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Helpful Tips for your MFA Program


The Flash Fiction Series
Gayle Drakes

To complete the 3-year MFA certificate, 16 credits should come from Foundation courses. You need 32 credits from Foundation courses to finish the 2-year MFA certificate. Foundation courses are required for the Creative Writing certificate—that is also a 32-credit requirement. It may seem like a lot, but there are more than sufficient Foundation courses in the MFA program to reach these targets. Essentially, any MFA courses that are not MFA110, or that are not among the 700 series, can be counted toward credits for Foundation courses. The flash fiction courses, those in the MFA 150–174 series, are included in this category and can help you reach your targets for credits from Foundation courses.

Flash Fiction seems a daunting writing format to many. Especially if someone tends to be a more expansive writers, the idea of telling a story in 1000 words or less may seem terrifying. But a critical part of learning to write lies in exercising the writing muscle. I have found that few formats work that muscle like flash fiction. In flash fiction, the elements of craft come together and gel in a limited space. Flash fiction forces you to convey the story in crisp images, tight sentences, and deep subtext. The readings and exercises in the flash fiction courses allow you to practice and hone these skills. These improved skills are transferred to longer writing forms.

I was not always such an advocate of flash. I admit to avoiding the Flash Fiction series of MFA courses like the proverbial plague. I tip-toed around these courses, doing everything else I could find. I struggled with the idea of trying write short short fiction. I felt I would not be good at it, that it's a format that is too hard unless the writer has some innate talent for it. And anyway, I want to write a novel, so learning about short-short fiction was not going to be useful, right? I eventually began to take flash fiction courses. My only thought at first was that I wanted to be sure I had sufficient courses in all categories of the MFA requirements. But it turned out that I was quite wrong about everything I imagined and thought about flash fiction. Some of these courses I now count among the most impactful I have taken in the MFA program.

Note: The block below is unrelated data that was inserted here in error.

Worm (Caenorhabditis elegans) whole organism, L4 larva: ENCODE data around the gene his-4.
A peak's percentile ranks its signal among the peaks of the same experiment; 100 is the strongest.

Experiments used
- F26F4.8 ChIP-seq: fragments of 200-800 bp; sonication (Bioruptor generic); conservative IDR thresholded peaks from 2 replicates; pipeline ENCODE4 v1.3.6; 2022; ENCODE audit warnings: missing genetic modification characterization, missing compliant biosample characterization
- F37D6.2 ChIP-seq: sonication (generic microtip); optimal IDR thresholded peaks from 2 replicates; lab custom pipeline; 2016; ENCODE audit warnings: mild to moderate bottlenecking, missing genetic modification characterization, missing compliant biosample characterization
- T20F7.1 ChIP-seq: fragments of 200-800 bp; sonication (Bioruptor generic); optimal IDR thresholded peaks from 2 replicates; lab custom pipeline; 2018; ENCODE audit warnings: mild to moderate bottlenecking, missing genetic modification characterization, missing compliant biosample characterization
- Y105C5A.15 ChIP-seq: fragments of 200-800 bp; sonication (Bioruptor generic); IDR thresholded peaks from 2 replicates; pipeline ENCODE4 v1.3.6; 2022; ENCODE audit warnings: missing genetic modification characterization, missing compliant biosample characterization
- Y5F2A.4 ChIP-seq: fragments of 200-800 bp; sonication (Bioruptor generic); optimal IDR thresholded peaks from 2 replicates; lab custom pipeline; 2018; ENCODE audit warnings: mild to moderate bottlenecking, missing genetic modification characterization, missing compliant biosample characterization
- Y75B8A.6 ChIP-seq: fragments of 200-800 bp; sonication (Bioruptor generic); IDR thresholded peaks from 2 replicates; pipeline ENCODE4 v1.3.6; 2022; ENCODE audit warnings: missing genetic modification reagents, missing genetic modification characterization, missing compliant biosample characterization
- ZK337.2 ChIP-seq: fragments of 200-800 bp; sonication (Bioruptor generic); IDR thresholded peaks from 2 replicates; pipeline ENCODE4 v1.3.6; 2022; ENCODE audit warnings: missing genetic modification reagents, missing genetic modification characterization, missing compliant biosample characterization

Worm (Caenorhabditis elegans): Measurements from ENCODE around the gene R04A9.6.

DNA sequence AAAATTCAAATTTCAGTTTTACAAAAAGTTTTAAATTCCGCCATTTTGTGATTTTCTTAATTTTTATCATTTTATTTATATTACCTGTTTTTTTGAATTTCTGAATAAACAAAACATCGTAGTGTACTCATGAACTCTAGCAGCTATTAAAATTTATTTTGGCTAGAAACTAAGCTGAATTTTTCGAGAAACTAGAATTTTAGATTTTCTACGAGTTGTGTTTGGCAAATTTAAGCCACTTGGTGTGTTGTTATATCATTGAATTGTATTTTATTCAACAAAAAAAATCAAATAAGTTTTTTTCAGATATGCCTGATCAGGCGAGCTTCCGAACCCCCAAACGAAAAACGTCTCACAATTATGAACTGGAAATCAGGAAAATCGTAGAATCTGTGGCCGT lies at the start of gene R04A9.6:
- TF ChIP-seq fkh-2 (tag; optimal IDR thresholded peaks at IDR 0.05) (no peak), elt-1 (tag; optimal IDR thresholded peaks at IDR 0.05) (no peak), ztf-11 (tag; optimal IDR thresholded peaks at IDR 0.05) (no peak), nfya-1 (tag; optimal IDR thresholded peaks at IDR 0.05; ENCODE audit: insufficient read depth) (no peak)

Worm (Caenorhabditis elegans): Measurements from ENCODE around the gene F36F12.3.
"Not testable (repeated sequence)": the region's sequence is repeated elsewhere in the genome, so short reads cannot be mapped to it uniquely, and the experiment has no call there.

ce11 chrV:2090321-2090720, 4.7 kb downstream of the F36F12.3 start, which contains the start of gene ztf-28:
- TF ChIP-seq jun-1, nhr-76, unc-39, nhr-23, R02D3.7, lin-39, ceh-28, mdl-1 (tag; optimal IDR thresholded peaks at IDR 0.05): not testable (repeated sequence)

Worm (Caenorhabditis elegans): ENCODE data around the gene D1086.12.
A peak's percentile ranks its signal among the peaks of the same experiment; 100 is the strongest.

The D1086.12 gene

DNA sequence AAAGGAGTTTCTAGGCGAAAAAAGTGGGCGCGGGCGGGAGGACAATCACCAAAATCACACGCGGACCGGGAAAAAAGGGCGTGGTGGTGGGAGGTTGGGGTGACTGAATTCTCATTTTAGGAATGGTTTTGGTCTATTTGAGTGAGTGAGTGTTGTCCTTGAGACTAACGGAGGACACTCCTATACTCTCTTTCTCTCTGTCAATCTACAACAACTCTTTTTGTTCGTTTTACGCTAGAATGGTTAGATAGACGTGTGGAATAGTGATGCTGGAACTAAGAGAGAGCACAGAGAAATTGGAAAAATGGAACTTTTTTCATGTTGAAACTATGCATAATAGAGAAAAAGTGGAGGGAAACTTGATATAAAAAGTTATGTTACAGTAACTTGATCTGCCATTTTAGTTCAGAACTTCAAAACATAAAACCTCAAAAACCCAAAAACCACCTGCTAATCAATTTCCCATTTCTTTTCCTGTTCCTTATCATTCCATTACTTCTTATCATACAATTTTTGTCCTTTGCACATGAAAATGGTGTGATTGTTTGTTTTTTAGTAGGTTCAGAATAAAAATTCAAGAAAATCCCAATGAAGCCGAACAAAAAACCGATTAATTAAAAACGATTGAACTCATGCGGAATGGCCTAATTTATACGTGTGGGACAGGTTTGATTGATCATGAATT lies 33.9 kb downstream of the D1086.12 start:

There are several in the series that are foundational, introducing and explaining the concept and ideas behind flash fiction. I found MFA150 Introduction to Flash Fiction was a good place to start. But don't think that you must wait for this course to come up in the calendar to dive into the flash fiction courses. These are free-standing courses—each can stand alone because each tackles a specific aspect of writing flash fiction, or a particular bit of guidance for writing better flash stories. Therefore, you can take any course on the calendar at the point you want to. None of the courses have prerequisites.

Each course focuses on a single chapter of the required text and examines a specific element of writing flash. The courses cover the history and craft of flash fiction including Point of View, imagery, smart surprises, load-bearing sentences, and editing and revising flash stories. Some courses also explore sub-forms within the flash format—one-page fictions, fixed-form narratives- and flash fiction from non-western cultures. There is much to delve into among the 26 flash-fiction courses in the series.

All courses in this series use the same text: The Rose Metal Press Field Guide to Writing Flash Fiction: Tips from Editors, Teachers, and Writers in the Field. It is available in both print and e-book formats. Once you obtain the text you have the material for taking any of the courses in that series and can even explore a bit on your own (though I strongly recommend taking the courses to benefit from the writing assignments and peer feedback).

There are usually at least one or two flash fiction courses on the calendar each month, so you can dive in at any point. All flash fiction courses are 2 weeks long and therefore worth two credits each. The entire flash fiction series amounts to 52 credits in total, more than enough to supply the required credits for Foundation courses for any of the MFA certificates.


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